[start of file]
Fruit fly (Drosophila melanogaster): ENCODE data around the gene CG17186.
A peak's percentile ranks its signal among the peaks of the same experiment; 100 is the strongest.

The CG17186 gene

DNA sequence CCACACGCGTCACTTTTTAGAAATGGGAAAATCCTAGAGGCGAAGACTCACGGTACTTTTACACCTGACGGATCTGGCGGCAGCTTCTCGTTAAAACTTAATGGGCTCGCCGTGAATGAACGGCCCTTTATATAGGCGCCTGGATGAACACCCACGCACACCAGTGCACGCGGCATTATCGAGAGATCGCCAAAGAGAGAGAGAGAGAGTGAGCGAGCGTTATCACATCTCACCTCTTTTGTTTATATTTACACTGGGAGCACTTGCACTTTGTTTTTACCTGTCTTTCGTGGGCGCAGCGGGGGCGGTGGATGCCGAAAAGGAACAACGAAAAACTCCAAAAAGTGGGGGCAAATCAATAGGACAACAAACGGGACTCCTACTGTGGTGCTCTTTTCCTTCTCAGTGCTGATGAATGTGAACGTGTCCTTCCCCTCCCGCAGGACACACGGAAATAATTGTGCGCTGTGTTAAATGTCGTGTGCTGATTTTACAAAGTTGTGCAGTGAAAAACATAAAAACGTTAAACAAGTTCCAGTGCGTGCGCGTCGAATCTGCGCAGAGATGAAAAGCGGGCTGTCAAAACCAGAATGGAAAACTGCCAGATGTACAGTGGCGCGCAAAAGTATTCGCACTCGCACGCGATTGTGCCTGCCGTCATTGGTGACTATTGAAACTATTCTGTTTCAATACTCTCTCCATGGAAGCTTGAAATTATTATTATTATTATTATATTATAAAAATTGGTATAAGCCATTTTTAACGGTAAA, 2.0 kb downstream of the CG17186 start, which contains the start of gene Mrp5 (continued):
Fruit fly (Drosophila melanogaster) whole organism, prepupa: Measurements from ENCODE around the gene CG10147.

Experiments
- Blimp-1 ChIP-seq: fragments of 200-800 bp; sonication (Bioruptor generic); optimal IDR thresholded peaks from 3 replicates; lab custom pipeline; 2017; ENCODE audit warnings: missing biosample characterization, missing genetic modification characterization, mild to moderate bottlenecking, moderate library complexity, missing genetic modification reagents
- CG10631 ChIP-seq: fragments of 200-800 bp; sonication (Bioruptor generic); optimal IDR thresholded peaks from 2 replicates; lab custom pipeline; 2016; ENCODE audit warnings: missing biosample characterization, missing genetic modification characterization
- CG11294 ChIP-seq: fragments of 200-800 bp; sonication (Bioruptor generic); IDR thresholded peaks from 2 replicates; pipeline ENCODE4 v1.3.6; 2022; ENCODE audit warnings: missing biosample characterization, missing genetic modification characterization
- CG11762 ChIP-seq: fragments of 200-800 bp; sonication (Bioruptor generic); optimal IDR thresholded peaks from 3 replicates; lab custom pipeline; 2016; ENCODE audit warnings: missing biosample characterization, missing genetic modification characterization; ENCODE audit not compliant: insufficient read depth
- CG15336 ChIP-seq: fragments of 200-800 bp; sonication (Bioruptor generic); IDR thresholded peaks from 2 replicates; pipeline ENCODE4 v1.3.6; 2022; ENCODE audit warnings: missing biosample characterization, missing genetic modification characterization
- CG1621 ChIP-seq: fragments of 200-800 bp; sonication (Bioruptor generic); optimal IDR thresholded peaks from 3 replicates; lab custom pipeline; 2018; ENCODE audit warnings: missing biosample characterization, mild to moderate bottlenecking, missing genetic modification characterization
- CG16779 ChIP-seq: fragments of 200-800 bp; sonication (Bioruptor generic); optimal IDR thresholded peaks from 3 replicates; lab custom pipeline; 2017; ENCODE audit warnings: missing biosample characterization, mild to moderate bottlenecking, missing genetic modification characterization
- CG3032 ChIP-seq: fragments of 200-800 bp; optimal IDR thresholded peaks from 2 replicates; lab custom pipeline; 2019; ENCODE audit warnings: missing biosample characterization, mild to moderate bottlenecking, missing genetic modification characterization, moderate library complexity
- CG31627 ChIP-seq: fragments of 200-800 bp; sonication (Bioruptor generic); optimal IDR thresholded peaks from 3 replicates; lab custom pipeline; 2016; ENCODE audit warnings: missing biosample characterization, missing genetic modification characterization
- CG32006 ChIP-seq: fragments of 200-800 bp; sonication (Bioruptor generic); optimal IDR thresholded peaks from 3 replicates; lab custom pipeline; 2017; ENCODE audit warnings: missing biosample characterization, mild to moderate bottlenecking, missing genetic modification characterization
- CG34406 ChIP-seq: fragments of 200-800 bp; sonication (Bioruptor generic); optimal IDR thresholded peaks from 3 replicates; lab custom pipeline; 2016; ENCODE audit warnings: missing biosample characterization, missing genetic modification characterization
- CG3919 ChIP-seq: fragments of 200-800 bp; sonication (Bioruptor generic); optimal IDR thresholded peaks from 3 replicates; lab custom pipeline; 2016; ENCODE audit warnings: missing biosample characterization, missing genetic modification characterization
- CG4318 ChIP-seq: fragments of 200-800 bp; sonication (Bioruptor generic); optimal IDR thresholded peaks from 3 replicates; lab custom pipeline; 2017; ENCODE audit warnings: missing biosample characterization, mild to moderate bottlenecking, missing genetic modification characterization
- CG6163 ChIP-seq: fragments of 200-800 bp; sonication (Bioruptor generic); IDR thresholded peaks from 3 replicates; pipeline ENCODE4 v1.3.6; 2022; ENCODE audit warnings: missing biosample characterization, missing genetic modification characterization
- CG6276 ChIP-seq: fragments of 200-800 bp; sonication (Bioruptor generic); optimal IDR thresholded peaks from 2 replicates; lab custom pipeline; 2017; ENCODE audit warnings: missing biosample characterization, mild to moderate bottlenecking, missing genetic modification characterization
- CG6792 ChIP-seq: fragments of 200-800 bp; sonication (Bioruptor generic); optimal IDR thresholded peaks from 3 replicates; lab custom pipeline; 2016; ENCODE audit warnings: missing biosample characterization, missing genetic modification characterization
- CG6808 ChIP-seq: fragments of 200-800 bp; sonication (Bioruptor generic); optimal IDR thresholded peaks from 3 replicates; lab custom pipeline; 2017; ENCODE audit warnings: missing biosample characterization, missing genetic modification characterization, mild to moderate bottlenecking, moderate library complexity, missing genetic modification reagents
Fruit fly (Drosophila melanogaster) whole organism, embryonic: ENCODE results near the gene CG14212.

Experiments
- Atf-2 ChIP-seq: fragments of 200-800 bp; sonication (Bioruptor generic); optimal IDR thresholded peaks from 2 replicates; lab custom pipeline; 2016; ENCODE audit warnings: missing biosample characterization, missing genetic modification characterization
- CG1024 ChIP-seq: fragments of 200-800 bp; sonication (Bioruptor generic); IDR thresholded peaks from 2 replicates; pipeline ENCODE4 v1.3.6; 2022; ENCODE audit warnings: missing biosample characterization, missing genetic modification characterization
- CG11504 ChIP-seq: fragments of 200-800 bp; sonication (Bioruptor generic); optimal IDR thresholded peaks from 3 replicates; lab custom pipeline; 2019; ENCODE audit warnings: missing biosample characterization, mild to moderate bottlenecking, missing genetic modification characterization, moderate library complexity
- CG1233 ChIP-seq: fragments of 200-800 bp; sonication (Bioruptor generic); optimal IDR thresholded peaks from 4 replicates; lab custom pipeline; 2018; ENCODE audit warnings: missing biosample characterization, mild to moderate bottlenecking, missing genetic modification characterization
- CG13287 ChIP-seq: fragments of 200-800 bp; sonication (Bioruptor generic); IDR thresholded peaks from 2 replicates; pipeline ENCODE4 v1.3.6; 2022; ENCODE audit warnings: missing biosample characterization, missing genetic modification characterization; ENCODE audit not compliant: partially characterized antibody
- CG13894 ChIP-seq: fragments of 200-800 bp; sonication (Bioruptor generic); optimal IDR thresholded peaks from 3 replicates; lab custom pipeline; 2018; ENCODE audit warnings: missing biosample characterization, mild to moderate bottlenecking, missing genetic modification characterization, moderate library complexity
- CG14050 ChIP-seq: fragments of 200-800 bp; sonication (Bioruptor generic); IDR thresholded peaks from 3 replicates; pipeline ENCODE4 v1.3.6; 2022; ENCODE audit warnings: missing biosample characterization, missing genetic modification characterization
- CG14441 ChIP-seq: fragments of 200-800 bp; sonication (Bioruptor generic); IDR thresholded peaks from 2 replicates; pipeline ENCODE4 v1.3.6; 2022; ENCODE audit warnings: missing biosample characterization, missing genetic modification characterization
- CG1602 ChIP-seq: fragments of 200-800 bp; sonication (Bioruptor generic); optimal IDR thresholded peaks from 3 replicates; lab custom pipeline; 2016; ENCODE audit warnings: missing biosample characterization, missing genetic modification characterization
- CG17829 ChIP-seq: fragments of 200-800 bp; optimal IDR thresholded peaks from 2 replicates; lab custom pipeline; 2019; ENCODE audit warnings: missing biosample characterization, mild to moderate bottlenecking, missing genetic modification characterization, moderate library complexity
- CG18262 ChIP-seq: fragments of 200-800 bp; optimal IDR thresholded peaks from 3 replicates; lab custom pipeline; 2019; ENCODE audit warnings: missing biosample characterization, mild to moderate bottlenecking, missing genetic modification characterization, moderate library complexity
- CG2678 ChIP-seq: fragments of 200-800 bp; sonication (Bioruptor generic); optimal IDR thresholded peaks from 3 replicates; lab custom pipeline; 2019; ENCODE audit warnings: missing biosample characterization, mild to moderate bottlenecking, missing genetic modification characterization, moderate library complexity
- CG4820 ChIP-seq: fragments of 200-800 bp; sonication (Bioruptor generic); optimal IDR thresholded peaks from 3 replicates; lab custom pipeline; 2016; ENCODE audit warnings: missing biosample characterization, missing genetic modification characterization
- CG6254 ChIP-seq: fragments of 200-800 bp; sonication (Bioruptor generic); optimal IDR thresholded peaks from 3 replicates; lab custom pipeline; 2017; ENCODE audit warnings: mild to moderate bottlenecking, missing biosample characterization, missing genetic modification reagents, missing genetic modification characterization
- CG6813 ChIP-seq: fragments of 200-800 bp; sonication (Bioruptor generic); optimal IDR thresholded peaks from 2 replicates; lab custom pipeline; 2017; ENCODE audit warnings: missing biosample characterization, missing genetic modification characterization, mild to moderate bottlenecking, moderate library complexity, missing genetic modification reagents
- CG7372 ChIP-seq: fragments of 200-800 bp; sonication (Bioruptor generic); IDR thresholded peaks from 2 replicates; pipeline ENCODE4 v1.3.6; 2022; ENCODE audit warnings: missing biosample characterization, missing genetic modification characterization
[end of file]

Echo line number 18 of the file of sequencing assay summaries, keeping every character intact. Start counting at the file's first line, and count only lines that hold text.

- CG3919 ChIP-seq: fragments of 200-800 bp; sonication (Bioruptor generic); optimal IDR thresholded peaks from 3 replicates; lab custom pipeline; 2016; ENCODE audit warnings: missing biosample characterization, missing genetic modification characterization